So, I was interested to see that Aladdin has jumped on the bandwagon with an interesting twist; their new Quix (Fast-Fun-Reads) beginning chapter books are illustrated with black and white cartoons. They have bold text in a large font and.... they are adapted picture books!

The first title I looked at was adapted from the 2001 picture book, The Frog Principal, which was illustrated by Denise Brunkus. There are some slight changes in wording and updates - the computers are more updated, there are cell phones instead of landlines, etc. The basic plot and most of the text remains the same though.

Mr. Bundy, the principal at PS 88, is always trying to improve life for his students and teachers. He decides a magician will make a great assembly speaker, as long as they are suitably educational of course. Unfortunately, he gets Marty Q. Marvel, a very confused magician, who accidentally turns him into a frog! Mr. Bundy manages to get back into school and keep on working as principal, but being a frog causes more and more problems, until he finally solves his problem through a lucky circumstance.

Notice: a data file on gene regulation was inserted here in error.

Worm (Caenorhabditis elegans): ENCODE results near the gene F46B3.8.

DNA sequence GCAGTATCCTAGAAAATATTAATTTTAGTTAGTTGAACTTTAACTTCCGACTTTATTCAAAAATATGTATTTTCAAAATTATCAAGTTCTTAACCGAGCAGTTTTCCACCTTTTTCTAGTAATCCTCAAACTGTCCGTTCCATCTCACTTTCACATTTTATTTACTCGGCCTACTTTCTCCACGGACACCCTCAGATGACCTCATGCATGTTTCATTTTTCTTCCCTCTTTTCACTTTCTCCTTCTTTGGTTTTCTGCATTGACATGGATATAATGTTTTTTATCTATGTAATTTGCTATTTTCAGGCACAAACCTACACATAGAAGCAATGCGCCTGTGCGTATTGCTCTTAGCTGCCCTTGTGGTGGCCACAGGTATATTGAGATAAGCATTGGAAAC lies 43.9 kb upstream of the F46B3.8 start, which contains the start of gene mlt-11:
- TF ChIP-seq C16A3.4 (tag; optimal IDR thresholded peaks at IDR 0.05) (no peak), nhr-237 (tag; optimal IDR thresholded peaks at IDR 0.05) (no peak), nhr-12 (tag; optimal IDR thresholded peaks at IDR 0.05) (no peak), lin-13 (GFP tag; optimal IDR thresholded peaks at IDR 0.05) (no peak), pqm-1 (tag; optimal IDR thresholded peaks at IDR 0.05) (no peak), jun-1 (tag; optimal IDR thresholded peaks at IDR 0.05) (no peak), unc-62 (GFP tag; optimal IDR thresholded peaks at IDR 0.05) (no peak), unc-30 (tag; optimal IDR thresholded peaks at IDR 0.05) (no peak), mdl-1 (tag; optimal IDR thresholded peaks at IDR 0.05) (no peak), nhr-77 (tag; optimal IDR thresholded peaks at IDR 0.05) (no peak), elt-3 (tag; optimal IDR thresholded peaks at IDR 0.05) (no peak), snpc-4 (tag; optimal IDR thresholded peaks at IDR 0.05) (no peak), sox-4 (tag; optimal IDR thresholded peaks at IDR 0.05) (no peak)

Verdict: This is amusing and the black and white cartoons are funny. It doesn't stand out from the crowd though, especially in comparison to the more up to date and popular Branches titles from Scholastic. An additional purchase.

ISBN: 9781481466677; This edition published May 2018 by Aladdin; Borrowed from another library in my consortium

Wednesday, July 11, 2018

Small Readers: I can run by Murray Head

While I still have reservations about some of the artwork in Holiday House’s I Like to Read series, they’re really the only imprint that regularly turns out excellent books in the emergent, or A through E levels.

Despite my animosity towards squirrels (must they dig up everything in my garden?) this is a cute and attractive title. The endpapers consist of multiple panels of photographs of squirrels, peeking out of holes, eating nuts, or just generally looking cute. The left side of each spread features a single sentence, “I can…” and an action word. Some, like “run” and “hide” are repeated. On the right side a photograph of a squirrel completing the action is shown. Cute pictures of squirrels peeking out of holes, dodging hawks, and eating peanuts, will make this a popular choice for animal-lovers.